The Radiology Society of North America (RSNA) annual conference is one of the most popular and most well-attended conferences in radiology. The deal is the same – you submit some academic work you completed, and if it is deemed worthy, you are offered a not-quite-golden ticket to attend the not-quite-chocolate-making conference center.
You spend upwards to one week in a place with 20,000 strangers pushing around, 4,000 some CME-worthy offerings, and another 700 vendors trying to decide whether you have money to buy a CT table. Sometimes people say that you go to the RSNA conference to learn about the newest research, to get ideas from being bathed in the sheer high density of smartness that we assumed would somehow disperse by diffusion. The research is great, the vendors are great, the city is amazing, but these aren’t the reasons to go to the RSNA conference. If the research is important enough you will see it in a journal, if you need a product you will find that vendor on the internet, and Chicago… is indeed amazing, but it would be more so in September than December.
The reason that tens of thousands of people come together on this one week is not for the great research. It’s for each other. Go for the great people. The world-class research is just a bonus.
Radiology’s largest annual conference is held in Chicago this year from Nov 29 – Dec 4
Image credit: mindwerx.com
Fifteen years after the publication of Institute of Medicine’s landmark report To Err is Human, healthcare process improvement (PI) is finally beginning to take root. Quality improvement (QI) has become a pillar of healthcare for both academic clinicians and private practice alike.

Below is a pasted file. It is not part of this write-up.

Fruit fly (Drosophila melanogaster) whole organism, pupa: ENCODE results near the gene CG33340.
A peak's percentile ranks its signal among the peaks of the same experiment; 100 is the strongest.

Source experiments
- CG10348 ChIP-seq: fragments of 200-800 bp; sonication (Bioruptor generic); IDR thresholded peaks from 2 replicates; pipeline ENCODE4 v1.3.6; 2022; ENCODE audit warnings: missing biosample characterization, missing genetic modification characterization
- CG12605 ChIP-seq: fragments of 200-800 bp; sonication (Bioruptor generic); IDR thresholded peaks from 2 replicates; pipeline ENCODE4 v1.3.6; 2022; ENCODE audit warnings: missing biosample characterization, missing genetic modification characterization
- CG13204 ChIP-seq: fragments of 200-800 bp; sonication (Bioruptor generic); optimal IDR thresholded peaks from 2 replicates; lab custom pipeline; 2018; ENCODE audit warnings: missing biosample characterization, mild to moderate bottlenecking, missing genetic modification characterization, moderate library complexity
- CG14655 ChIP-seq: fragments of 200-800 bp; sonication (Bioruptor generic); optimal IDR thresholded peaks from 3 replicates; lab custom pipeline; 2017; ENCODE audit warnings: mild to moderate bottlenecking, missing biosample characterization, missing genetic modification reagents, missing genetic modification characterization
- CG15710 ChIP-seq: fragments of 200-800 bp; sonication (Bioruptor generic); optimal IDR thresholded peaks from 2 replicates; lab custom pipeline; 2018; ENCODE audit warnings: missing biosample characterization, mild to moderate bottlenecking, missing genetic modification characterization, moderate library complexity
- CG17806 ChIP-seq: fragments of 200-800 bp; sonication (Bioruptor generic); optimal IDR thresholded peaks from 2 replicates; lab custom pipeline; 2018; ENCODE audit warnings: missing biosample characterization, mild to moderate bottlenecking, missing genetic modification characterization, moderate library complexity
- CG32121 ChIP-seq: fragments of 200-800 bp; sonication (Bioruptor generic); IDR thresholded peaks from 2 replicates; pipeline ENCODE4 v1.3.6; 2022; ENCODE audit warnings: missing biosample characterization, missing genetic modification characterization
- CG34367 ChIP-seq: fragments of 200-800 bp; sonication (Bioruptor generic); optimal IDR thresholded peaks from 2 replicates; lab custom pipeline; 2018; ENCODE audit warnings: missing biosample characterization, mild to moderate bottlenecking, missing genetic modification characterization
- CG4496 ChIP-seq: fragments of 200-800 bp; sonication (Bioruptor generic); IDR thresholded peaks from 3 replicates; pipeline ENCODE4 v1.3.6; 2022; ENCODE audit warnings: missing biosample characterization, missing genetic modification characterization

The workhorse of the Donebedian adage of “structure + process = outcome” is on standardization. In a world of static, well-defined products, proper application of PI can dramatically reduce variability.
While incremental improvement continues to be necessary in healthcare – we are a long way away from a six-sigma industry – continued standardization and scientific research alone are no longer sufficient to evolve healthcare.
Today’s world provides us with tools that make humans more capable than ever. Writers who used to make elaborate trips to exotic locations to gleam material for the next espionage thriller while talking to their book agent on the landline with expensive long distance fees can now do the research at their computers while setting up an Amazon self-publishing account. Radiologists who used to be at the mercy of transcriptionists to translate their verbal stutters into fluent medical poetry days later now generate reports within minutes using voice recognition technology.
These are empowering tools, putting the ability to affect outcome directly in the hand of those holding the highest stakes. In general terms, it makes sense that with advancements in technology, professionals can now (1) do the same amount of work with better quality, or (2) do more work at the same quality.
Unfortunately, inadvertently what happens is we tend to be expected to accomplish more and do better (occasionally one also expects to feel less tired at the end of it!) Business school professors would teach that technology advances push the entire pareto-efficient frontier forward. That is, assuming that you are already working at your absolutely most efficient way such that any improvement in speed will automatically have a quality tradeoff, then adapting a new technology may change the nature of the curve such that you can now move both “up” and “to the right.” The truth is, I am so rarely pareto-efficient in the first place that if a new technology can somehow land me onto my existing frontier, it was well worth the cost. And while technology like this, this, and this don’t literally breaking any frontiers, they do have the added benefit of putting productivity in my conscious thought and – at least temporarily – make me healthier and more productive.
A medical residency is not easy. Part of the coping mechanism involves complaining among your fellow residents about everything from the work hours to the deteriorating quality of vanilla pudding parfait in the cafeteria. Generally the discussion goes something like this: